In 2006, the Town of New Castle brought disciplinary charges against Mr. Chiara for misconduct and insubordination, and his employment was eventually terminated.  He thereafter filed a lawsuit alleging discrimination and hostile work environment based on religion--his wife's!

After losing his case at the trial court level, he argued to the appellate court that he was a member of a "protected class" by virtue of his marriage to a Jewish woman.  His employer argued that no law in New York supports a claim of discrimination based on the religion of a spouse.

The Appellate Division, Second Department, disagreed and held that just as Title VII of the federal law, the New York State Human Rights Law protects employees based on their association with other individuals, including their spouses.

As the first decision of its kind in New York, employers should be very mindful that New York law has now been interpreted broadly enough (at least by this one court) to extend protections to employees even if they are not covered by Title VII of the federal law.  It should also serve as a warning to employers that employees may be deemed to be discriminated against based on who they associate with,even if they are not within a protected class.

Monday, July 14, 2014

"Leering" Does Not Create a Hostile Work Environment

The Second Circuit Court of Appeals recently ruled in Lewis v. City of Norwalk (2d Cir. 2014) that a supervisor's occasional "leering" and "licking of his lips" at a subordinate employee was insufficiently severe and too sporadic to create a hostile work environment.

The subordinate complained that beginning in 2006, his supervisor, who was openly gay, "leered" at him and "made gestures with his tongue."  Although it began in 2006 and went on for years thereafter, it became merely sporadic over time.

Eventually, the employee was up for a performance review and his review reflected unacceptable work performance.  He was offered to resign with a severance package, or the employer would fire him.  He refused to resign--so he was fired.  The employee then commenced suit for sexual harassment against his supervisor and former employer.  His claims, however, were dismissed by the federal district court and, on appeal to the Second Circuit, he lost again, the Court holding that the supervisor's conduct was insufficiently severe and too sporadic to constitute sexual harassment.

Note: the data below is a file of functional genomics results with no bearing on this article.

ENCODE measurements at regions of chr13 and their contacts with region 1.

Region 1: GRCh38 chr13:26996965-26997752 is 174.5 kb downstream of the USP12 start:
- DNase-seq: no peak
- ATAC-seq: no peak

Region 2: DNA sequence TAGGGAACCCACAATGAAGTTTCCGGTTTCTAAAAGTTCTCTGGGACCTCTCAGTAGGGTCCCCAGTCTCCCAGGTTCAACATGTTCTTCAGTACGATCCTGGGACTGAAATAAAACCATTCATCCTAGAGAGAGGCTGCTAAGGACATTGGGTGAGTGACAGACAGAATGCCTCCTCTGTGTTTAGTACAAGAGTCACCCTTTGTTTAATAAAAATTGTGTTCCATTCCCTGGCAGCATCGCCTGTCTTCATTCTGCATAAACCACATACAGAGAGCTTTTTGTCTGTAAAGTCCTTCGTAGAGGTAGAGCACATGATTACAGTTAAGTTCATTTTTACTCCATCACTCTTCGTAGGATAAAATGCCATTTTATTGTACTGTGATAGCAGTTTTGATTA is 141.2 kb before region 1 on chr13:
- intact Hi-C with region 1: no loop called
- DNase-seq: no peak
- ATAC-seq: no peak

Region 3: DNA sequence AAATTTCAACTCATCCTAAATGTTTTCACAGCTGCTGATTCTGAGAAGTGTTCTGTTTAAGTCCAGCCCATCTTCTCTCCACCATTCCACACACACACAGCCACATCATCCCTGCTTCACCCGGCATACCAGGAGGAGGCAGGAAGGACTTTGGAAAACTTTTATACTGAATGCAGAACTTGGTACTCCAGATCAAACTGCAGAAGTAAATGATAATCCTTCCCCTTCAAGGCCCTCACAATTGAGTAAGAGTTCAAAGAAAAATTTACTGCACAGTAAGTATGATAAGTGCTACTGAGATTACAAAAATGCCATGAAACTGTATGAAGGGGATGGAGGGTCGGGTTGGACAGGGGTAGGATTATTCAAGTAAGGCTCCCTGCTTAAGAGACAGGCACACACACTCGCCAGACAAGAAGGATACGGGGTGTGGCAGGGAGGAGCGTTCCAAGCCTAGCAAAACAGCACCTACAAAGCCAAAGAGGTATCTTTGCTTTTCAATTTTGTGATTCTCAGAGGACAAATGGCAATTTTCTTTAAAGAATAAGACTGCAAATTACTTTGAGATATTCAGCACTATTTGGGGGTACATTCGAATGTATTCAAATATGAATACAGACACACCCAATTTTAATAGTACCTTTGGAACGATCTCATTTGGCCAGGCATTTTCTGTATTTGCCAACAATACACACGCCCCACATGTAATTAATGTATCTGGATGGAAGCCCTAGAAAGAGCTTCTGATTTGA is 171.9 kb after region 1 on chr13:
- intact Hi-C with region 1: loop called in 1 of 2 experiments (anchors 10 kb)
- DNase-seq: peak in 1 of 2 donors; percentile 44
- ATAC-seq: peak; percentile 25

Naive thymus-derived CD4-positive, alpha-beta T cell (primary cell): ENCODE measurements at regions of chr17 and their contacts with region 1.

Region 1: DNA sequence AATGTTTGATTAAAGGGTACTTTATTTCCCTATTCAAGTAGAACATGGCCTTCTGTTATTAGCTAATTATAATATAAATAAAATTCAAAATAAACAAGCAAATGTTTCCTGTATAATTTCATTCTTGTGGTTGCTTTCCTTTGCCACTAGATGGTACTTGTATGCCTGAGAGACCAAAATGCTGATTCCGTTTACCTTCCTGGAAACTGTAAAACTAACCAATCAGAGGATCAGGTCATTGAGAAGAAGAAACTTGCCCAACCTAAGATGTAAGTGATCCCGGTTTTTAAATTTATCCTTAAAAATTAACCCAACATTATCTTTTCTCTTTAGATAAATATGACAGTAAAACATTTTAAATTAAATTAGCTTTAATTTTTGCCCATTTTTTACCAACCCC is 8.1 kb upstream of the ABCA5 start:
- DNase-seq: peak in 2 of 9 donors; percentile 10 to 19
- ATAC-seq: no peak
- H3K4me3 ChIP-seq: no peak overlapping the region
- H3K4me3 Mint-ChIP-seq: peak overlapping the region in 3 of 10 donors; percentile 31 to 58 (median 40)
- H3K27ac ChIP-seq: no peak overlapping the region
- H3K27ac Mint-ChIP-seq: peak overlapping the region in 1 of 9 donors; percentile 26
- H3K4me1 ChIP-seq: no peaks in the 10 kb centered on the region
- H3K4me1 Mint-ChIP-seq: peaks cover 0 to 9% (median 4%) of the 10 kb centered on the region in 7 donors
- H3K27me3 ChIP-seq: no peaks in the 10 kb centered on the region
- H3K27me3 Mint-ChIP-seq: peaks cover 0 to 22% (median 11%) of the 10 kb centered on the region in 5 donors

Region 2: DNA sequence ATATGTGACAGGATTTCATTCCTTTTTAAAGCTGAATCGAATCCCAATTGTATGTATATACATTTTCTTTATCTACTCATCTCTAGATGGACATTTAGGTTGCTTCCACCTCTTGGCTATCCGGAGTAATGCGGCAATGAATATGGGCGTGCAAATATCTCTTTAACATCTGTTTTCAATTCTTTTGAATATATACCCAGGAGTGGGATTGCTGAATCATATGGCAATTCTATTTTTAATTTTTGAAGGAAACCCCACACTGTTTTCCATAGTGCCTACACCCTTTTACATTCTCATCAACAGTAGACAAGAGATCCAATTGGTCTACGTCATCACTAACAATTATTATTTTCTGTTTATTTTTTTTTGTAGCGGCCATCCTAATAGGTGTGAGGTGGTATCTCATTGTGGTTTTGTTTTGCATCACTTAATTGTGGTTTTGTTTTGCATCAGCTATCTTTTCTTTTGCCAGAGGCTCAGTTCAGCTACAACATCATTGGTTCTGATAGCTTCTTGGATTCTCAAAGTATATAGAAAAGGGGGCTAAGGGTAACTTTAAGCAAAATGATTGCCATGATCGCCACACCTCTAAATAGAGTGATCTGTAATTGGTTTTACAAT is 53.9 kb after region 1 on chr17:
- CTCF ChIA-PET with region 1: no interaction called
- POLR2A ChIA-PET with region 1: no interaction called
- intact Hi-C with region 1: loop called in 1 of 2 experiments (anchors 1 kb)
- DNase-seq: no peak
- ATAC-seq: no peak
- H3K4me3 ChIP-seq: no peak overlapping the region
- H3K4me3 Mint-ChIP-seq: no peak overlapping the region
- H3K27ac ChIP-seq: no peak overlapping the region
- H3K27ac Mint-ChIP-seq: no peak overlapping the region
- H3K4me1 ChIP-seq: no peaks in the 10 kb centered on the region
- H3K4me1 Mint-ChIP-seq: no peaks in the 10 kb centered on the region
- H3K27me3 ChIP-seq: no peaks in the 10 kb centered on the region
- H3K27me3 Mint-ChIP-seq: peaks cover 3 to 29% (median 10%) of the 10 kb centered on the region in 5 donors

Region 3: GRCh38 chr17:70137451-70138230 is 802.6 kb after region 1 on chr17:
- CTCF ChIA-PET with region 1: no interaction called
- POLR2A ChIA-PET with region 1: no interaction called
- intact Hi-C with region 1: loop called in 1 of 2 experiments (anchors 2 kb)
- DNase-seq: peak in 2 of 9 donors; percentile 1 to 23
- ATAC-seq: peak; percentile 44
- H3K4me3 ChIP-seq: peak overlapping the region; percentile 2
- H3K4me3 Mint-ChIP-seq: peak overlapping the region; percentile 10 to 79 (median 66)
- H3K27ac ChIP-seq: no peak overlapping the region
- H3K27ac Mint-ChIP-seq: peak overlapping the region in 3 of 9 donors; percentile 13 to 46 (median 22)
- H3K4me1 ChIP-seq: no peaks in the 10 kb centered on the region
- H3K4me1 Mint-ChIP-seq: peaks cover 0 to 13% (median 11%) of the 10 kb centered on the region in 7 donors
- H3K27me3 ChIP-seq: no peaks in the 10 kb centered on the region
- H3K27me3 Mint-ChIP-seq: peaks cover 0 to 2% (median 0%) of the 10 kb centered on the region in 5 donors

This case is a reminder that in New York what constitutes conduct that is sufficiently "severe" in the context of a claim of sexual harassment must reach a very high threshold.

Wednesday, January 8, 2014

The Stakes are High for Misclassifying Employees in 2014

Misclassifying a worker as an independent contractor instead of an employee is creating potentially greater problems for business in 2014.   And it may well prove to be a banner year for the IRS, the U.S. Department of Labor and the  EEOC, which have all articulated their aggressive pursuit of misclassification claims against employers this year.

I have warned about the danger of misclassifying workers as independent contractors in the past, and the penalties imposed for doing so.  This year, with an increase in the minimum wage in NY to $8.00 per hour, the implementation of the Affordable Care Act  (ObamaCare) and certain amendments to the Americans with Disabilities Act (ADA), the stakes are even higher.

In addition, the U.S. Senate is introducing a bill in Congress (the Payroll Fraud and Prevention Act) to impose more requirements and penalties for misclassification.    Under the new law, among other things, an employer will be required to give written notice to each worker that he/she is considered a non-employee.  If wrongly classified, and the result is a wage underpayment, then the additional amounts already imposed under the Fair Labor Standards Act as a liquidated penalty for violation will be doubled.  The law will also allow the Department of Labor to target certain industries with "frequent incidence of misclassifying employees...."  For example, the construction industry and the restaurant industry.

What makes it difficult for businesses to comply with the classification rules is that each government agency has a different definition and a different test for making the determination.  Therefore, employers need to make sure they fit all of the definitions.

  

Friday, October 25, 2013

"Indefinite Leave" Declared a Reasonable Accomodation!